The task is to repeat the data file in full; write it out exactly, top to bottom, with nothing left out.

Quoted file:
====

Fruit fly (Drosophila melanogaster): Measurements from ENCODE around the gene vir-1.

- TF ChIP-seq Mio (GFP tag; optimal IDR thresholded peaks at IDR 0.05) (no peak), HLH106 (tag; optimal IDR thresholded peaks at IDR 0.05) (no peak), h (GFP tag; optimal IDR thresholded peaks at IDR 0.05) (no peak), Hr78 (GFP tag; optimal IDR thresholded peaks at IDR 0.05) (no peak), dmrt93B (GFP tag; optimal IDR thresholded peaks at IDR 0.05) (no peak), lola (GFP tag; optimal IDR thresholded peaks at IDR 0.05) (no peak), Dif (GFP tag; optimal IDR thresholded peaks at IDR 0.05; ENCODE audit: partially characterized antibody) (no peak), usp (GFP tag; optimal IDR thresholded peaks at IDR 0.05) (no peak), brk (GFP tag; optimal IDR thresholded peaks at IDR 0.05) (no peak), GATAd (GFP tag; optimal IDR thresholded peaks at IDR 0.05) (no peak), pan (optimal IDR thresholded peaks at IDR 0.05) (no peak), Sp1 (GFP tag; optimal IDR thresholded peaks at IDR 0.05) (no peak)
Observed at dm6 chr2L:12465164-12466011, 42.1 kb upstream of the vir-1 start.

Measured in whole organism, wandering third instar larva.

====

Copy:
Fruit fly (Drosophila melanogaster): Measurements from ENCODE around the gene vir-1.

- TF ChIP-seq Mio (GFP tag; optimal IDR thresholded peaks at IDR 0.05) (no peak), HLH106 (tag; optimal IDR thresholded peaks at IDR 0.05) (no peak), h (GFP tag; optimal IDR thresholded peaks at IDR 0.05) (no peak), Hr78 (GFP tag; optimal IDR thresholded peaks at IDR 0.05) (no peak), dmrt93B (GFP tag; optimal IDR thresholded peaks at IDR 0.05) (no peak), lola (GFP tag; optimal IDR thresholded peaks at IDR 0.05) (no peak), Dif (GFP tag; optimal IDR thresholded peaks at IDR 0.05; ENCODE audit: partially characterized antibody) (no peak), usp (GFP tag; optimal IDR thresholded peaks at IDR 0.05) (no peak), brk (GFP tag; optimal IDR thresholded peaks at IDR 0.05) (no peak), GATAd (GFP tag; optimal IDR thresholded peaks at IDR 0.05) (no peak), pan (optimal IDR thresholded peaks at IDR 0.05) (no peak), Sp1 (GFP tag; optimal IDR thresholded peaks at IDR 0.05) (no peak)
Observed at dm6 chr2L:12465164-12466011, 42.1 kb upstream of the vir-1 start.

Measured in whole organism, wandering third instar larva.